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The Transfiguration Of Miss Philura
by [?]


Miss Philura Rice tied her faded bonnet-strings under her faded chin with hands that trembled a little; then she leaned forward and gazed anxiously at the reflection which confronted her. A somewhat pinched and wistful face it was, with large, light-lashed blue eyes, arched over with a mere pretense at eyebrows. More than once in her twenties Miss Philura had ventured to eke out this scanty provision of Nature with a modicum of burned match stealthily applied in the privacy of her virgin chamber. But the twenties, with their attendant dreams and follies, were definitely past; just how long past no one knew exactly–Miss Philura never informed the curious on this point.

As for the insufficient eyebrows, they symbolized, as it were, a meagre and restricted life, vaguely acknowledged as the dispensation of an obscurely hostile but consistent Providence; a Providence far too awful and exalted–as well as hostile–to interest itself benignantly in so small and neutral a personality as stared back at her from the large, dim mirror of Cousin Maria Van Deuser’s third-story back bedroom. Not that Miss Philura ever admitted such dubious thoughts to the select circle of her conscious reflections; more years ago than she cared to count she had grappled with her discontent, had thrust it resolutely out of sight, and on the top of it she had planted a big stone marked Resignation. Nevertheless, at times the stone heaved and trembled ominously.

* * * * *

At sound of a brisk tap at her chamber door the lady turned with a guilty start to find the fresh-colored, impertinent face of the French maid obtruding itself into the room.

“Ze madame waits,” announced this individual, and with a coldly comprehensive eye swept the small figure from head to foot.

“Yes, yes, my dear, I am quite ready–I am coming at once!” faltered Miss Philura, with a propitiatory smile, and more than ever painfully aware that the skirt of her best black gown was irremediably short and scant, that her waist was too flat, her shoulders too sloping, her complexion faded, her forehead wrinkled, and her bonnet unbecoming.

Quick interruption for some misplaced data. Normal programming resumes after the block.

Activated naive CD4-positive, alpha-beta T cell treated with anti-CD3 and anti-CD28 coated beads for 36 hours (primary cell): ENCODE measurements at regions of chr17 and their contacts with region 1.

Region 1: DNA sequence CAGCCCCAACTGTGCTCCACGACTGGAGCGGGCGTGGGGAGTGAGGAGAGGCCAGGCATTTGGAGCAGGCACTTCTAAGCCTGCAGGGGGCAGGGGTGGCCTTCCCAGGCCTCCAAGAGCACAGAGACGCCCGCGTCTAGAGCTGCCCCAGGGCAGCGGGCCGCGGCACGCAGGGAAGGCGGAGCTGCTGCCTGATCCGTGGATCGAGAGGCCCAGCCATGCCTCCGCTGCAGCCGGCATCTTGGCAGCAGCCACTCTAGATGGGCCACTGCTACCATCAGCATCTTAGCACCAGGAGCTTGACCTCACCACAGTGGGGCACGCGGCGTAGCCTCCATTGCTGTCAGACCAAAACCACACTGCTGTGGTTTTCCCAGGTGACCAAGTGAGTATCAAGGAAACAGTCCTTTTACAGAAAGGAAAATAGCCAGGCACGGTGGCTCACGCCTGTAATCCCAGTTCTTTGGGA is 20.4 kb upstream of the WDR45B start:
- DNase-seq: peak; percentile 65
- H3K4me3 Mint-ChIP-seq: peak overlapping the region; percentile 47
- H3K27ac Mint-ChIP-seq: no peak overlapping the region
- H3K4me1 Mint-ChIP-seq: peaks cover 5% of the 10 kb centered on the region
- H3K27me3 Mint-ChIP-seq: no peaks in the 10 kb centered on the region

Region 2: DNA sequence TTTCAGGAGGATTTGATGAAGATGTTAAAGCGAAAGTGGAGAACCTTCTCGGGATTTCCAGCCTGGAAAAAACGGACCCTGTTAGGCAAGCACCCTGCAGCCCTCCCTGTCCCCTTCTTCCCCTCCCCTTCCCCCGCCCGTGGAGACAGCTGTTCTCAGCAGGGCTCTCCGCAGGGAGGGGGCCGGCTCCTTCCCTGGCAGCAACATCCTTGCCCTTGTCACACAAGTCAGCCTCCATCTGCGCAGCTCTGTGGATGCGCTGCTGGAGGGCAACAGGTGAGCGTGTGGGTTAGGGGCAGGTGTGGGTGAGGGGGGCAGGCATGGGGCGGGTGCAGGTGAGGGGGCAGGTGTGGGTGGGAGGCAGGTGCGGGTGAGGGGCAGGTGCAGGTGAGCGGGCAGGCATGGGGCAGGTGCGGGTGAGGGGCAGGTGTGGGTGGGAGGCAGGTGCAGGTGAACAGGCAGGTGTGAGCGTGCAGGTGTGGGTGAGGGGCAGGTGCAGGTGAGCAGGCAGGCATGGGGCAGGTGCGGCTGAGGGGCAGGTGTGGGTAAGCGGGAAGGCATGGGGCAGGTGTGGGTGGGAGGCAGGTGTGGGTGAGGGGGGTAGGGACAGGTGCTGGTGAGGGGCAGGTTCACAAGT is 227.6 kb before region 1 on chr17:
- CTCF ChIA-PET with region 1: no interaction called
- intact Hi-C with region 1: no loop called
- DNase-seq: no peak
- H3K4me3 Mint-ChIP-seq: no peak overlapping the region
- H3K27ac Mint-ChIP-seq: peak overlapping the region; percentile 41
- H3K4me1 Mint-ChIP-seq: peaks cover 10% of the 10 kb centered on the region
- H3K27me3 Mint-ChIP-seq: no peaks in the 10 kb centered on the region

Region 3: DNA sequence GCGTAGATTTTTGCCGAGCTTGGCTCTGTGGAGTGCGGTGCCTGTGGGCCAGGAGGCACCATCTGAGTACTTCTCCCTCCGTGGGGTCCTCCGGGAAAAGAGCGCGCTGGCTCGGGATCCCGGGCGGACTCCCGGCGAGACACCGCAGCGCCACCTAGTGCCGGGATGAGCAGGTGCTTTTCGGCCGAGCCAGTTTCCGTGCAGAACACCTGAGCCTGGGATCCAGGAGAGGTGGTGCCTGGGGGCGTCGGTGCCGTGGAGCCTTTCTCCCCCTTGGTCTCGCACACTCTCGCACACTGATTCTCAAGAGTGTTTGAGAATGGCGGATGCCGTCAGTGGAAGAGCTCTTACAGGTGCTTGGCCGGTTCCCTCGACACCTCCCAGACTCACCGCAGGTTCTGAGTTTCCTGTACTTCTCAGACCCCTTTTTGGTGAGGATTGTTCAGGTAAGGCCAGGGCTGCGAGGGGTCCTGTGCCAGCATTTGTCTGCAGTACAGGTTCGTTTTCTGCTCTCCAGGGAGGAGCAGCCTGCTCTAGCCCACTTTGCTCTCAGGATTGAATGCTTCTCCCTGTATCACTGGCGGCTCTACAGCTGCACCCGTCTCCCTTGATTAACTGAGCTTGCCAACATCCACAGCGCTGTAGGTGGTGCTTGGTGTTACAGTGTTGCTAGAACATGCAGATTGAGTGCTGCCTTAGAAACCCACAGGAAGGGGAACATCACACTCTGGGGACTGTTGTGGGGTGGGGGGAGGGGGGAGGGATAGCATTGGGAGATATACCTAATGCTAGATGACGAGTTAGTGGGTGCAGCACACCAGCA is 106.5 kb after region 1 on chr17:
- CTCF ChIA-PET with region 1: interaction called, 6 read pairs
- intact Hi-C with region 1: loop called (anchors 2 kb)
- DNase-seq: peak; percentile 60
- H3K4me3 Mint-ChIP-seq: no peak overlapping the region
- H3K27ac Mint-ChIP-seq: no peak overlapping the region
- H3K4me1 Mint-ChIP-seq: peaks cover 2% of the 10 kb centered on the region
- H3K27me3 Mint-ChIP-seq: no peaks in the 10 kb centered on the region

As she stepped uncertainly down the dark, narrow stairway she rebuked herself severely for these vain and worldly thoughts. “To be a church member, in good and regular standing, and a useful member of society,” she assured herself strenuously, “should be and is sufficient for me.”

Ten minutes later, Miss Philura, looking smaller and more insignificant than usual, was seated in the carriage opposite Mrs. J. Mortimer Van Deuser–a large, heavily upholstered lady of majestic deportment, paying diligent heed to the words of wisdom which fell from the lips of her hostess and kinswoman.

“During your short stay in Boston,” that lady was remarking impressively, “you will, of course, wish to avail yourself of those means of culture and advancement so sadly lacking in your own environment. This, my dear Philura, is pre-eminently the era of progressive thought. We can have at best, I fear, but a faint conception of the degree to which mankind will be able, in the years of the coming century, to shake off the gross and material limitations of sense.”

Mrs. Van Deuser paused to settle her sables preliminary to recognizing with an expansive smile an acquaintance who flashed by them in a victoria; after which she adjusted the diamonds in her large, pink ears, and proceeded with unctuous tranquillity. “On this occasion, my dear Philura, you will have the pleasure of listening to an address by Mrs. B. Isabelle Smart, one of our most advanced thinkers along this line. You will, I trust, be able to derive from her words aliment which will influence the entire trend of your individual experience.”